Despite a string of bad luck, Ciaran Byrne has a mindset like no other
Talk about being shit out of luck...
Ciaran Byrne recently retired after a six year AFL career with Carlton Blues.
Upon his return home, Byrne helped his beloved St. Mochta's to their first Championship title in 38 years.
However, for Byrne it was a short night as he broke his ankle eight minutes after being introduced.
"I didn’t actually start the game, I came on in the second half.
"I was only on for eight minutes then I went up for a catch in the middle of the field landed on the leg and my foot kind of dislocated, so broken ankle and I tore a heap of ligaments.
"No idea but, shit happens!"
It really sums up this young man's attitude. The man they call 'Casey' is made of tough stuff. His mindset is unwavering.
Byrne's stint at Carlton was marred by a series of injuries that began with a ruptured ACL in 2015, keeping him out of action for almost a year.
"Yeah, it’s been a pretty common theme for the last six years. I did the knee in 2015 and ever since then I’ve suffered a fair amount of soft tissue injuries, leading up to this here which has been the most serious of all to be honest."
Despite all the set backs, the Louth man has no regrets about his time 'Down Under', he still managed to have a more successful AFL career than most Irish prospects, making 22 appearances for the Melbourne side, including last season's opening round game against Richmond, which was played in front of 96,000 fans.
His highlight though was his debut against Essendon, and even though he spent a lot of time on the treatment table, Byrne still loved every minute of it.
"My debut against Essendon in 2015, that was pretty surreal. Luckily my parents were there and they ended up on live TV, the two of them were shitting themselves (laughs).
"22 games, I'd have loved to played a lot more, but it was an unreal experience and I wouldn't change anything."
Still only 23, Byrne moved to Australia at 17, a tough age for anyone to leave home. However, he is wise beyond his years, and knew a career in professional sports was meant for him, Carlton knew so to, having watched him develop over the years.
"I was pretty young going over to Australia, 17 when I initially went out for pre season.
"Carlton were going to a fair mount of county and club games, and I didn't realise until I got the call after a game against Meath.
"I went down to a trial with 12 lads, Jack McCaffrey and Ciaran Kilkenny where there, I then went out for 10 days, signed on for two years, and stayed for six. The rest is history."
He admits though that whilst the life of a professional athlete was great, it does come with his pitfalls. Byrne's time was taken over by football, even during the off-season.
Sure, playing sport full time and getting paid for it is great. But money isn't everything to Ciaran Byrne, in fact it ranks at the bottom of the list.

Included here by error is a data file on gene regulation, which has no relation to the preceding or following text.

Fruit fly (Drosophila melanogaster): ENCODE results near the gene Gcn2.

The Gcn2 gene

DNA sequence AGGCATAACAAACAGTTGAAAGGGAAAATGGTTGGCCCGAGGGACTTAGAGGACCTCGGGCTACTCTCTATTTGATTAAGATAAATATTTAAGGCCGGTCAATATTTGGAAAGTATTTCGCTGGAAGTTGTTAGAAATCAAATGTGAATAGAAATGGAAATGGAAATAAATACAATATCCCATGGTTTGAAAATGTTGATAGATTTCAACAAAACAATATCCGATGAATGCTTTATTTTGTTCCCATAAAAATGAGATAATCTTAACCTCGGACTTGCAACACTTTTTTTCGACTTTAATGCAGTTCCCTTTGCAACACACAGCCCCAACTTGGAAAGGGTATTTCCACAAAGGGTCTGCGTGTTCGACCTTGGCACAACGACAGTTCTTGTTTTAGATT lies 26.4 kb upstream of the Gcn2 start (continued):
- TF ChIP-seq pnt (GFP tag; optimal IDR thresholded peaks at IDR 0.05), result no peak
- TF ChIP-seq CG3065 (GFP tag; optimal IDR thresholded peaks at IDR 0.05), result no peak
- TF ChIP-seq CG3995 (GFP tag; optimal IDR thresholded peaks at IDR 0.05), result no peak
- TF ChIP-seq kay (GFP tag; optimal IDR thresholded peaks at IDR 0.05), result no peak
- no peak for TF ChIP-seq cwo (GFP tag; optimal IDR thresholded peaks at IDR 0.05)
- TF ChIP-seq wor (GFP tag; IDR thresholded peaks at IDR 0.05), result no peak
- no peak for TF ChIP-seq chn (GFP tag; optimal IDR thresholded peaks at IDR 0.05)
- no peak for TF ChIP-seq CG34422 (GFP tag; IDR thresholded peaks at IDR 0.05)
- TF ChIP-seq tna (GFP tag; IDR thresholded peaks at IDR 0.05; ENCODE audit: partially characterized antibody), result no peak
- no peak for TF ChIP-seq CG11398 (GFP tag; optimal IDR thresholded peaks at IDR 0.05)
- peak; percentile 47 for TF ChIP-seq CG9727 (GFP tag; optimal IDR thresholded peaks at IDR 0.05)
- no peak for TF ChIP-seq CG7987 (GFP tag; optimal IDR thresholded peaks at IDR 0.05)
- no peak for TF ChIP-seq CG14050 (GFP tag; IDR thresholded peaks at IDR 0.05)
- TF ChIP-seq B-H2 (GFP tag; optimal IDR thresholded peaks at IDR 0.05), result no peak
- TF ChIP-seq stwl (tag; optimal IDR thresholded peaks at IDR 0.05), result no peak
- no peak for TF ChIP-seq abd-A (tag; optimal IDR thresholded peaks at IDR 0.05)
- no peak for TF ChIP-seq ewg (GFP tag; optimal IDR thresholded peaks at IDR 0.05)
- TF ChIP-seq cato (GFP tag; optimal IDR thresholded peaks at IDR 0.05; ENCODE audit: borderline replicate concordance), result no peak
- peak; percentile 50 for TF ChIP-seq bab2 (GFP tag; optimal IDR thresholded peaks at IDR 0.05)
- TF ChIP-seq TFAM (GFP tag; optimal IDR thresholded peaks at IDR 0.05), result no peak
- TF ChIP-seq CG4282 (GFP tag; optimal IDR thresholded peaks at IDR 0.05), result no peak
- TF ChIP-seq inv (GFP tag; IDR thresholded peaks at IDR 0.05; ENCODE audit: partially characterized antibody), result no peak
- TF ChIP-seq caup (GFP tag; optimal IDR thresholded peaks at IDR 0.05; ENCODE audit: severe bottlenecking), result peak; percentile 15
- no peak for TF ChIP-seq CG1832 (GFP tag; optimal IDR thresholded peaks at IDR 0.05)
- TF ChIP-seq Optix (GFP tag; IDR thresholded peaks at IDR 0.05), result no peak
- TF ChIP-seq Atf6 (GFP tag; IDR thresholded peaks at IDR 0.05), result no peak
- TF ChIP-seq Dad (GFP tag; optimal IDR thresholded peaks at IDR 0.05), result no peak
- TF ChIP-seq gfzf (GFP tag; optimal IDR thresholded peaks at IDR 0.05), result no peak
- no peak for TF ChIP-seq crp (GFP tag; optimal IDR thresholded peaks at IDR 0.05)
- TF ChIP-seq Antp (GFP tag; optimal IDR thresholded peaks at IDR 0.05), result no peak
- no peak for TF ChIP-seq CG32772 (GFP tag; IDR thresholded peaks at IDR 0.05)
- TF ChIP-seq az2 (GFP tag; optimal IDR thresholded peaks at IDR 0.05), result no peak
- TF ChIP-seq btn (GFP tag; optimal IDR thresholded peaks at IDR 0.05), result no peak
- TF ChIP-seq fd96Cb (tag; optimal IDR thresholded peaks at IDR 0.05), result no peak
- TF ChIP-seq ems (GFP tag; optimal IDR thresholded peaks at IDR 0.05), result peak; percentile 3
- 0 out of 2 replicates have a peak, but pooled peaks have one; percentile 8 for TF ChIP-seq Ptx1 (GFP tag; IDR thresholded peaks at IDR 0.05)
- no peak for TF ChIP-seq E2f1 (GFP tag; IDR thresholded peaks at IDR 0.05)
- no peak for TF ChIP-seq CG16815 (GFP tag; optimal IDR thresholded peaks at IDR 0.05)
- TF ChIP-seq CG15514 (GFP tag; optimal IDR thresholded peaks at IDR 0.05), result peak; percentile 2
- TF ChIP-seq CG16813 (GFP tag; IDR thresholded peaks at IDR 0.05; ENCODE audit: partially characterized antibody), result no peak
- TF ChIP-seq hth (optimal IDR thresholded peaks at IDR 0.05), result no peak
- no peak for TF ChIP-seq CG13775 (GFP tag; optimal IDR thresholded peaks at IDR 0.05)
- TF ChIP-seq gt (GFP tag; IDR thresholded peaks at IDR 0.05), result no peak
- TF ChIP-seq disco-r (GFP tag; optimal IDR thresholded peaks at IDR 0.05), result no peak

"I 100% enjoyed it, but it's very serious, it consumes your life, even on the off season everything is football, football, football. I don't know how people do it for 16 years.
"The money is good, but it's not all about the money.
"It makes you appreciate GAA, we play for love of it. In Australia, it's a job, don't get me wrong, I love AFL but it's never going to be like GAA with your local community, family and friends."
It's clear that Carlton thought very highly of Byrne. The club were kind enough to let him play in St. Mochta's semi final win last month, despite the fact he was still under contract.
Thank you, Casey.
Ciaran Byrne informed the Club last week of his decision to return to Ireland and retire from AFL football.
— Carlton FC (@CarltonFC) October 15, 2018
Carlton also expressed their interest in keeping Byrne around, but his mind was made up.
"I actually did ask them because my history with injuries, they told me to go ahead.
"We were already in talks then about me retiring anyways, but they were trying to persuade me to stay.
"A few lads where sent over to see me, but in my head my mind was made up. Six years of injuries, so much into it with little reward,
"I still loved my time, but no family and no GAA, at end the day home is home!"
Home is home, and Byrne hopes his return can help steer Louth in a new direction. The young man made his debut for the 'Wee County' in 2013 as a 17 year old. Back then Louth were riding on the crest of a wave, punching above their weight, but those days have since passed.
With the new management team of Wayne Kierans and Cathal Murray in place. Byrne firmly believes that Louth can get back to Division Two of the National League. In his eyes, they have the players, they just need to bring it all together.
" The players are in Louth, we just need the system to come together and drive it forward.
"We do have some decent players, it's about instilling belief. A lot of boys feel they maybe weren't good enough but they are, and if we can get it together there's no reason why we can't compete."
Ciaran Byrne's positive mind frame given all the hardship he has had to endure is nothing short of inspirational, it's clear from talking to him that he is cut from a different cloth.
He's mentally tough, and this latest injury won't deter him whatsoever.
The AFL's loss is most definitely GAA's gain.
Louth fans should be very excited, their prodigal son has returned!